Reinhard Bürger -- The effects of epistasis and linkage on the invasion of locally beneficial mutations
|Starts:||12:00 24 Nov 2021|
|Ends:||13:00 24 Nov 2021|
|What is it:||Seminar|
|Organiser:||Department of Mathematics|
|Who is it for:||University staff, External researchers, Current University students|
Join us for this seminar by Reinhard Bürger (Vienna) as part of the North West Seminar Series in Mathematical Biology and Data Sciences. Details of the full series can be found here https://www.cms.livjm.ac.uk/APMSeminar/
The talk will be hosted on zoom, please contact firstname.lastname@example.org or I.Siekmann@ljmu.ac.uk for the zoom link, or sign up to the mailing list.
Abstract: This talk is mainly based on recent joint work with Martin Pontz, in which we studied local adaptation of a peripheral population by investigating the fate of new mutations using a haploid two-locus two-allele continent-island migration model. We explored how linkage, epistasis, and maladaptive gene flow affect the invasion probability of weakly beneficial de-novo mutations that arise on the island at an arbitrary physical distance to a locus that already maintains a stable migration-selection polymorphism.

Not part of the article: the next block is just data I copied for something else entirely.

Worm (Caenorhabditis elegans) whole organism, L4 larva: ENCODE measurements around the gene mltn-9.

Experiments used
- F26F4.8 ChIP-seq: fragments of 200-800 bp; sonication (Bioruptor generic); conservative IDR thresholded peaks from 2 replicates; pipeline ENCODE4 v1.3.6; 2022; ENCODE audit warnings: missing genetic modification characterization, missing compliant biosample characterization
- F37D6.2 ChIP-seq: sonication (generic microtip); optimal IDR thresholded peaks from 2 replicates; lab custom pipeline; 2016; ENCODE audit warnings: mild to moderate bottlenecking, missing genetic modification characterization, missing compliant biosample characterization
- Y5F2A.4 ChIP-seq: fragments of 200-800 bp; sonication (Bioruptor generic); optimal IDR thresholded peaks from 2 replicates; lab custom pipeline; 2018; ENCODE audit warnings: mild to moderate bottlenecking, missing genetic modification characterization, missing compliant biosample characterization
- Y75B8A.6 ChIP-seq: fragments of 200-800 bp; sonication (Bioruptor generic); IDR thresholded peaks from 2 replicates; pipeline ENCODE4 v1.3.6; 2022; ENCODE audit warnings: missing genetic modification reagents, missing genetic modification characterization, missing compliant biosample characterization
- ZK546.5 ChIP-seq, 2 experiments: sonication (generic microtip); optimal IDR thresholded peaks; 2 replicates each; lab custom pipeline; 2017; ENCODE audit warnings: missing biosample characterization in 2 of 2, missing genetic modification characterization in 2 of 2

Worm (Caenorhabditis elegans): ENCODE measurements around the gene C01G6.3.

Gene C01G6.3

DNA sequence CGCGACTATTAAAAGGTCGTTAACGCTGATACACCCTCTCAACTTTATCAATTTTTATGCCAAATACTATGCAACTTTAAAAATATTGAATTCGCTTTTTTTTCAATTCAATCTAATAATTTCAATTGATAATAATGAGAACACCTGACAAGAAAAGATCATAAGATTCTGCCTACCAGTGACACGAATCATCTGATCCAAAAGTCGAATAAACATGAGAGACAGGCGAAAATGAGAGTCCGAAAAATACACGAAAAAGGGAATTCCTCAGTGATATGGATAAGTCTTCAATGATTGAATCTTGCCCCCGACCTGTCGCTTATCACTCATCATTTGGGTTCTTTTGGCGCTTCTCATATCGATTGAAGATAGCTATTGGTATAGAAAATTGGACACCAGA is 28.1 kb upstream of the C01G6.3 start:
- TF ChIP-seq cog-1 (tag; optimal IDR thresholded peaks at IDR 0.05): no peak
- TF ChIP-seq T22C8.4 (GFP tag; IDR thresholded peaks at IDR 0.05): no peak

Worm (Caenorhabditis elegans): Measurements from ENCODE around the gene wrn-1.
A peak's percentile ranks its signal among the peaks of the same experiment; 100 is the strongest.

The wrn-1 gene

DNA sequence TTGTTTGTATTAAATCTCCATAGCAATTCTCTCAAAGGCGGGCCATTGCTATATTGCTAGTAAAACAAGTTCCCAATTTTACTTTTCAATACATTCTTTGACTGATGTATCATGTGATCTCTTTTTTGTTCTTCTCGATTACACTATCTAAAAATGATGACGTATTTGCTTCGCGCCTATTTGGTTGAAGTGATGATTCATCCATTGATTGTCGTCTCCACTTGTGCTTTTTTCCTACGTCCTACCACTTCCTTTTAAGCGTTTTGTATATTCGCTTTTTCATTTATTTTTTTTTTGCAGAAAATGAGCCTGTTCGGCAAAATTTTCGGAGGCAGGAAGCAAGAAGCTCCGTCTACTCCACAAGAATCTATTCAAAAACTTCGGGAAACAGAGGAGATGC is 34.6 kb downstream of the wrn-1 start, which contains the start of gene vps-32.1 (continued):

By assuming a slightly supercritical branching process, explicit conditions were deduced on the parameters that permit a positive invasion probability and approximations for the invasion probability were derived. These approximations together with empirically motivated distributions of additive and epistatic effects can be used to analyze the influence of epistasis on the expected invasion probability if mutants are drawn randomly from such a distribution and occur at a random physical distance to the existing polymorphism. We found that the invasion probability generally increases as the epistasis parameter increases or the migration rate decreases, but not necessarily as the recombination rate decreases. These results were used to predict the size of emerging 'genomic island of local adaptation' by exploring the size of the chromosomal neighborhood of the already established polymorphism in which 50% or 90% of the successfully invading mutations become established.
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Organisation: University of Vienna
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